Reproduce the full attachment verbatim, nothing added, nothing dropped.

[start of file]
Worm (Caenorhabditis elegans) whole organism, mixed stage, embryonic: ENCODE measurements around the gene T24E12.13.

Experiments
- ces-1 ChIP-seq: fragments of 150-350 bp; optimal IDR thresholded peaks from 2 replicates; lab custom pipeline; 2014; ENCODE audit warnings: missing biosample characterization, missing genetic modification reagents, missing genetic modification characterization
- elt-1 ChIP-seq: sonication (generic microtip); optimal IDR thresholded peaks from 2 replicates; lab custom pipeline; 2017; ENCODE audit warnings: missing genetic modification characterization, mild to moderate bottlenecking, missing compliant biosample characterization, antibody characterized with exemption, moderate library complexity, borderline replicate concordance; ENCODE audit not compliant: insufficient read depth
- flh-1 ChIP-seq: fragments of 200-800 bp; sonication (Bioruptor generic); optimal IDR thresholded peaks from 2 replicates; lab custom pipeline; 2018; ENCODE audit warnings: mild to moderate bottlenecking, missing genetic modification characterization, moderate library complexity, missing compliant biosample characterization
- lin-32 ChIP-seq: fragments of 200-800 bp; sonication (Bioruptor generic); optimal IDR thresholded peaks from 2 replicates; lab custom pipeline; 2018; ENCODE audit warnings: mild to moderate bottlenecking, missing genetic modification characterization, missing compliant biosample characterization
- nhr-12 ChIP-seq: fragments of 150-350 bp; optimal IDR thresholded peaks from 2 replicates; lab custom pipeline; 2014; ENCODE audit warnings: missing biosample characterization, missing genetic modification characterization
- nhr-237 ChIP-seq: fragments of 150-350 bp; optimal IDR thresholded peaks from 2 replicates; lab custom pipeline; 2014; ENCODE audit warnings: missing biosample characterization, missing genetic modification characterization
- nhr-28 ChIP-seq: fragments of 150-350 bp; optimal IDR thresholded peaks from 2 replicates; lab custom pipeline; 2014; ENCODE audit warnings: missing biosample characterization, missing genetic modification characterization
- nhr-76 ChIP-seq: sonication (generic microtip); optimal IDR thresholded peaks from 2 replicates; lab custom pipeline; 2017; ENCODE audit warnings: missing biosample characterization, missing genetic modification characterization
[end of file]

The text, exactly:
Worm (Caenorhabditis elegans) whole organism, mixed stage, embryonic: ENCODE measurements around the gene T24E12.13.

Experiments
- ces-1 ChIP-seq: fragments of 150-350 bp; optimal IDR thresholded peaks from 2 replicates; lab custom pipeline; 2014; ENCODE audit warnings: missing biosample characterization, missing genetic modification reagents, missing genetic modification characterization
- elt-1 ChIP-seq: sonication (generic microtip); optimal IDR thresholded peaks from 2 replicates; lab custom pipeline; 2017; ENCODE audit warnings: missing genetic modification characterization, mild to moderate bottlenecking, missing compliant biosample characterization, antibody characterized with exemption, moderate library complexity, borderline replicate concordance; ENCODE audit not compliant: insufficient read depth
- flh-1 ChIP-seq: fragments of 200-800 bp; sonication (Bioruptor generic); optimal IDR thresholded peaks from 2 replicates; lab custom pipeline; 2018; ENCODE audit warnings: mild to moderate bottlenecking, missing genetic modification characterization, moderate library complexity, missing compliant biosample characterization
- lin-32 ChIP-seq: fragments of 200-800 bp; sonication (Bioruptor generic); optimal IDR thresholded peaks from 2 replicates; lab custom pipeline; 2018; ENCODE audit warnings: mild to moderate bottlenecking, missing genetic modification characterization, missing compliant biosample characterization
- nhr-12 ChIP-seq: fragments of 150-350 bp; optimal IDR thresholded peaks from 2 replicates; lab custom pipeline; 2014; ENCODE audit warnings: missing biosample characterization, missing genetic modification characterization
- nhr-237 ChIP-seq: fragments of 150-350 bp; optimal IDR thresholded peaks from 2 replicates; lab custom pipeline; 2014; ENCODE audit warnings: missing biosample characterization, missing genetic modification characterization
- nhr-28 ChIP-seq: fragments of 150-350 bp; optimal IDR thresholded peaks from 2 replicates; lab custom pipeline; 2014; ENCODE audit warnings: missing biosample characterization, missing genetic modification characterization
- nhr-76 ChIP-seq: sonication (generic microtip); optimal IDR thresholded peaks from 2 replicates; lab custom pipeline; 2017; ENCODE audit warnings: missing biosample characterization, missing genetic modification characterization